According to official data, syphilis rates have not been this high in the United States since 1950

  • The syphilis epidemic in the United States continues, with a worrying 9% increase in cases of infection in 2022, the highest since 1950.
  • Officials are alarmed by the increasing spread of syphilis among women and newborns.
  • Although syphilis is less common, it is considered more dangerous because it can cause serious health complications, including paralysis.

According to a new federal government report on sexually transmitted diseases in adults, the syphilis epidemic in the United States is not slowing down, with the rate of infection cases increasing by 9% in 2022.

But there’s unexpected good news: The rate of new gonorrhea cases has fallen for the first time in a decade.

It’s not clear why syphilis increased 9% while gonorrhea fell 9%, officials at the U.S. Centers for Disease Control and Prevention said, adding that it was too early to say whether a new downward trend is emerging in the latter.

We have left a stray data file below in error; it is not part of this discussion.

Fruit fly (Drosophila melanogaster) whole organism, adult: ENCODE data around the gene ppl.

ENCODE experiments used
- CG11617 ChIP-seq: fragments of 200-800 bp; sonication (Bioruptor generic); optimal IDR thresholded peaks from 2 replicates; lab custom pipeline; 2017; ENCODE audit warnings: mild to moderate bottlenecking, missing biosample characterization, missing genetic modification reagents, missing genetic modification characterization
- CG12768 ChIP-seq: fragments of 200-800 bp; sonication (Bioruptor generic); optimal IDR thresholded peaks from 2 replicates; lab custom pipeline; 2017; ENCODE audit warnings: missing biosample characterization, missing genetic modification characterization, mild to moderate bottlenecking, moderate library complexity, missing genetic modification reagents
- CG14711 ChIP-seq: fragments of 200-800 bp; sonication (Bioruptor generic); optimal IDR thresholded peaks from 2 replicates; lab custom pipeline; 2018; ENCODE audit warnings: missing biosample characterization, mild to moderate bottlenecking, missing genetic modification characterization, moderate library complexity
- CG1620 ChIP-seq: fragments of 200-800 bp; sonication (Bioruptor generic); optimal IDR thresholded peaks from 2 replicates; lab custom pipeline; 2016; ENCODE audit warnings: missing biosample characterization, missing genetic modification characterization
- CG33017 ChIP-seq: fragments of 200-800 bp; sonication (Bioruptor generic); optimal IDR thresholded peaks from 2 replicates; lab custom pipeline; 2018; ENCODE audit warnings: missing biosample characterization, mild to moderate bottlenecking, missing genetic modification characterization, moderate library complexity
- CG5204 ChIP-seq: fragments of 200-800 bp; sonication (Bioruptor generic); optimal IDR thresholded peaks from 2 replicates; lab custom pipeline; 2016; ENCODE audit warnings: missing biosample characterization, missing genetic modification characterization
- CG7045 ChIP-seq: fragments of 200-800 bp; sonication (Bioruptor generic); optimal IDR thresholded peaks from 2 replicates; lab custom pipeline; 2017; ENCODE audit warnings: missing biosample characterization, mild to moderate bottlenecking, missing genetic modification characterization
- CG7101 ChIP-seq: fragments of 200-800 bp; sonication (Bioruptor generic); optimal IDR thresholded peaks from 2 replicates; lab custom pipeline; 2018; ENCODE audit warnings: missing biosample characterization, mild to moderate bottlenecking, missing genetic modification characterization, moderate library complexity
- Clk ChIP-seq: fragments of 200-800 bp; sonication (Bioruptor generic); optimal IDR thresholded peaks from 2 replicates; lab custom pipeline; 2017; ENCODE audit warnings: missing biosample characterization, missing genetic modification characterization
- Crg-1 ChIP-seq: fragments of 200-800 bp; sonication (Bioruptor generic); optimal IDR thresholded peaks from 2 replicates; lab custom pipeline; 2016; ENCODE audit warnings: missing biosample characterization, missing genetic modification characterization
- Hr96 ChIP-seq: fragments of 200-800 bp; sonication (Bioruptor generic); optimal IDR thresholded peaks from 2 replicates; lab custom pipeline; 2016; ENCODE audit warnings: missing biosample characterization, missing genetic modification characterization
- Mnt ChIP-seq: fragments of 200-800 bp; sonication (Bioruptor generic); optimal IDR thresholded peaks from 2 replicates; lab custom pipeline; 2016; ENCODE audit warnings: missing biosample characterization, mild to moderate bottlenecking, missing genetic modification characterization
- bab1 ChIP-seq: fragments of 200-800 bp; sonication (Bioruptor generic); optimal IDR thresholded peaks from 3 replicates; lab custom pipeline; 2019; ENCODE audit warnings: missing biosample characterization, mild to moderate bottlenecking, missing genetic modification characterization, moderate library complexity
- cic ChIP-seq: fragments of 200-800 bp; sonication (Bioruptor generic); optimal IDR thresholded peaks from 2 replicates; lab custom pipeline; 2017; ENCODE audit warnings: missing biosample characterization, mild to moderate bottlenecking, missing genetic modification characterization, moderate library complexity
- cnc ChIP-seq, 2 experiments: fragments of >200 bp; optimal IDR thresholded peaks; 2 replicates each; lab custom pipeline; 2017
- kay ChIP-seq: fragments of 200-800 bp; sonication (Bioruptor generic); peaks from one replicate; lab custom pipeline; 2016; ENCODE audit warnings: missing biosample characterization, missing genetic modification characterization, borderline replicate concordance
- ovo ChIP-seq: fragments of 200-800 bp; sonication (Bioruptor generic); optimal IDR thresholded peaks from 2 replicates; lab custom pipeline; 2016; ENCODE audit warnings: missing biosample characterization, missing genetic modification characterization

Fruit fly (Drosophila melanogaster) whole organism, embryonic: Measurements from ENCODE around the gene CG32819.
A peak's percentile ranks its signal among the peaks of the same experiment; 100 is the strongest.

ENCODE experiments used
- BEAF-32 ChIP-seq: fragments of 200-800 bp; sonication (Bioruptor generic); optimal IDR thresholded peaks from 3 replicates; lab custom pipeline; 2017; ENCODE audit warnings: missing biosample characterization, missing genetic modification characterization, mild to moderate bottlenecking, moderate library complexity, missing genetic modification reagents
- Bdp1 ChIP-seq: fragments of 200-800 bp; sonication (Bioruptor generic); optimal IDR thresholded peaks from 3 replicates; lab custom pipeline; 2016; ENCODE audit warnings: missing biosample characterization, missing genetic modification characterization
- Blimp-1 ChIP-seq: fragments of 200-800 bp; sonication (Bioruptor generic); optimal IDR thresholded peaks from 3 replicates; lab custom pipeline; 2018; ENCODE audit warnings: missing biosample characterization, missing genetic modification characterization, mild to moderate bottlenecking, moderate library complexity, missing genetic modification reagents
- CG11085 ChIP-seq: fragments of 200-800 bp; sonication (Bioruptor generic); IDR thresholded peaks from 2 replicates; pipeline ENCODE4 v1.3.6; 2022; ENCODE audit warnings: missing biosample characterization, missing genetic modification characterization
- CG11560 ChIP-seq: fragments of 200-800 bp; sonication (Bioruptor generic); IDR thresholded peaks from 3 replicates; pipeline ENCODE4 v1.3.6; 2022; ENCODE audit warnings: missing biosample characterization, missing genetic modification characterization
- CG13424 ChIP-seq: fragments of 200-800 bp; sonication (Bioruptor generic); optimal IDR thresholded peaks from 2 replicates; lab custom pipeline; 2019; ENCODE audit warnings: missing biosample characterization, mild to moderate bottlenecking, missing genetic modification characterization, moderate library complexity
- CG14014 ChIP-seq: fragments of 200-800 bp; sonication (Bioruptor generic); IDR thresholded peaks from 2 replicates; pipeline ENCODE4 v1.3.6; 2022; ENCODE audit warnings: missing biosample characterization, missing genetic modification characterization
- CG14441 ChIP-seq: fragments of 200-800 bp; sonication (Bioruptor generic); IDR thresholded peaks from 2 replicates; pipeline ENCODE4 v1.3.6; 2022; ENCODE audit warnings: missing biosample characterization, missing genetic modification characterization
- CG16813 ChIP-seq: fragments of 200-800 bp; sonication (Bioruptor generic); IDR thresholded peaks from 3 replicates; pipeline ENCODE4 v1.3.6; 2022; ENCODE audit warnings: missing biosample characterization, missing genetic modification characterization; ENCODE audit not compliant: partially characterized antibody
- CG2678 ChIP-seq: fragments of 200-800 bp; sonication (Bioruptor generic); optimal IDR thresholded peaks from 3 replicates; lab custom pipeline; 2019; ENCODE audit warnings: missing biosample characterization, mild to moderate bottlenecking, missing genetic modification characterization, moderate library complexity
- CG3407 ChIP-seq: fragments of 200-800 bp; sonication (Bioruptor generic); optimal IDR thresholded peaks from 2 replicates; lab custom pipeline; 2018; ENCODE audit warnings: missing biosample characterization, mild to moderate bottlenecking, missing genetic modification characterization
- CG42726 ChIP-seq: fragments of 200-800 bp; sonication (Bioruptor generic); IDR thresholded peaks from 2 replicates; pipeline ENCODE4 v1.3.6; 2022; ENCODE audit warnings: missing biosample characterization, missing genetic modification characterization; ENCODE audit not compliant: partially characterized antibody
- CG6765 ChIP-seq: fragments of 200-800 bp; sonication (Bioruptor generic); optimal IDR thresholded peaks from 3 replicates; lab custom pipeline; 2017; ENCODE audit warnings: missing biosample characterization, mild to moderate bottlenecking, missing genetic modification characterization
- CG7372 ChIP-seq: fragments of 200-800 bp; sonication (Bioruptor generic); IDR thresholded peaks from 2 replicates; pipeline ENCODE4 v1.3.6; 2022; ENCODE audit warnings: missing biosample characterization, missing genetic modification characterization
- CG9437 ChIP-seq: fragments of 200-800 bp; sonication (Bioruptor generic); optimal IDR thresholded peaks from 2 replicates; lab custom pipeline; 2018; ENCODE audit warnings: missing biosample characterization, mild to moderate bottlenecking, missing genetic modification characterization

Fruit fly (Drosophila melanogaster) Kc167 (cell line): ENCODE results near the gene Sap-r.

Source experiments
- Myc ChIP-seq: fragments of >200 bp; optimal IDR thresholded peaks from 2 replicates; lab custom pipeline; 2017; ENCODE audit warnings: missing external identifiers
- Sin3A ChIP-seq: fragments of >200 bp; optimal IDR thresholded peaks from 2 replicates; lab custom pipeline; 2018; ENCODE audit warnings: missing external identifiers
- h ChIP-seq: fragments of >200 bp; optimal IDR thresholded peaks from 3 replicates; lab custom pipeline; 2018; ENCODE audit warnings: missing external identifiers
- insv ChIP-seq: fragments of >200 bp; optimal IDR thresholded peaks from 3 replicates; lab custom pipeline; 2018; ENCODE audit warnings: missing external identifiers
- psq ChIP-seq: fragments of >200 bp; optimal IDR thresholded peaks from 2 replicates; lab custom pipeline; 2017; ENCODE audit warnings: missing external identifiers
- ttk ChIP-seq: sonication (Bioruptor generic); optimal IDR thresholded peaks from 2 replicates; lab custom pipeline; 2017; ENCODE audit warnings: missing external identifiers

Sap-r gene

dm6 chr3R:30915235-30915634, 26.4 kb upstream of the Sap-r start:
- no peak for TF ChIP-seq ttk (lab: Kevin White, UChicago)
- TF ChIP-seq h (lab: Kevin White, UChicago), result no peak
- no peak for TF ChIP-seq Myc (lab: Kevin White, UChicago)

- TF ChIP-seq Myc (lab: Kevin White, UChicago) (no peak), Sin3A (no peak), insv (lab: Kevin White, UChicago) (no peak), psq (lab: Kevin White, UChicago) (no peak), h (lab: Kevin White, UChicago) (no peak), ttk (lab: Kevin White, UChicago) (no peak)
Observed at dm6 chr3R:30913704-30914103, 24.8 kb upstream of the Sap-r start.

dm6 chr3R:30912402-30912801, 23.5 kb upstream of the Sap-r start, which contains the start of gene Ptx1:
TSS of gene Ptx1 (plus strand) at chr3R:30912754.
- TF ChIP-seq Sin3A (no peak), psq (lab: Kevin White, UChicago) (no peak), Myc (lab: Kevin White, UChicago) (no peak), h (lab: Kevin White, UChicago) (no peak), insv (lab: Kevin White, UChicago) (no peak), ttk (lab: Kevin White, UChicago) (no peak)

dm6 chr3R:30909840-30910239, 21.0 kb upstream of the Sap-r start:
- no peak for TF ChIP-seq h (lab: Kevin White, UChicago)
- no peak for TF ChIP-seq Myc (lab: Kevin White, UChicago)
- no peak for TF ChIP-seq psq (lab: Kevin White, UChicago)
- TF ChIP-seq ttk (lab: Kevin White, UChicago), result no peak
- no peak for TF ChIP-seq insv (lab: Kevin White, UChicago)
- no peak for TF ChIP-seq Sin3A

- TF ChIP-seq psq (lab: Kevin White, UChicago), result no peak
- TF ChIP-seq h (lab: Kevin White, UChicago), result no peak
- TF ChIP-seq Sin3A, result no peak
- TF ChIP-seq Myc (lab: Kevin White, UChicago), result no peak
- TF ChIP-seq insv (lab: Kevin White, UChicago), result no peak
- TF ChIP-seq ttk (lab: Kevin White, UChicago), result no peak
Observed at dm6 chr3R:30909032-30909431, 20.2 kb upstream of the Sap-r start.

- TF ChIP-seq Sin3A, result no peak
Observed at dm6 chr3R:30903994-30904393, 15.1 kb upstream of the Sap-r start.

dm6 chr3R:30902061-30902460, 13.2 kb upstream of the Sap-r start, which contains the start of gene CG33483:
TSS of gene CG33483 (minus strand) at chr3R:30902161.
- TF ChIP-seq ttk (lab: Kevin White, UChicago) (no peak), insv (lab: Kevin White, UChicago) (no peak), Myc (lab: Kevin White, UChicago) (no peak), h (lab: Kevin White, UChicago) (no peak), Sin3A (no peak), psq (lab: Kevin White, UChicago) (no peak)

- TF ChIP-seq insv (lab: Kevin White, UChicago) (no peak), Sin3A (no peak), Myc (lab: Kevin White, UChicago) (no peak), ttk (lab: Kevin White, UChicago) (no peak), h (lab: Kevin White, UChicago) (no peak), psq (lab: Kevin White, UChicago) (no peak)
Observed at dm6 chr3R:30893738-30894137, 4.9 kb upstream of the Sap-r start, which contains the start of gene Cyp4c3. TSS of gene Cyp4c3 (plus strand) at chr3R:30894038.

Health officials say sexually transmitted disease cases have accelerated, but doctors hope old drugs can slow rising rates

They focus primarily on syphilis, which is less common than gonorrhea or chlamydia but is considered more dangerous. The total number of cases exceeded 207,000 in 2022, the highest number in the United States since 1950, according to data released Tuesday.

Shown is a tissue sample containing numerous corkscrew-shaped, dark-colored spirochetes of the type Treponema pallidum, the bacterium that causes syphilis. The syphilis epidemic in the United States continues to worsen, according to a new government report dated January 30, 2024. (Van Orden/CDC via AP, skip file)

And while gay and bisexual men continue to be disproportionately affected, the disease is also increasing in heterosexual men and women and is increasingly affecting newborns, CDC officials said.

Syphilis is a bacterial disease that can appear as painless sores in the genital area, but can ultimately lead to paralysis, hearing loss, dementia and even death if left untreated.

In the 1940s, when antibiotics were widely used, there was a sharp decline in new syphilis infections in the United States.

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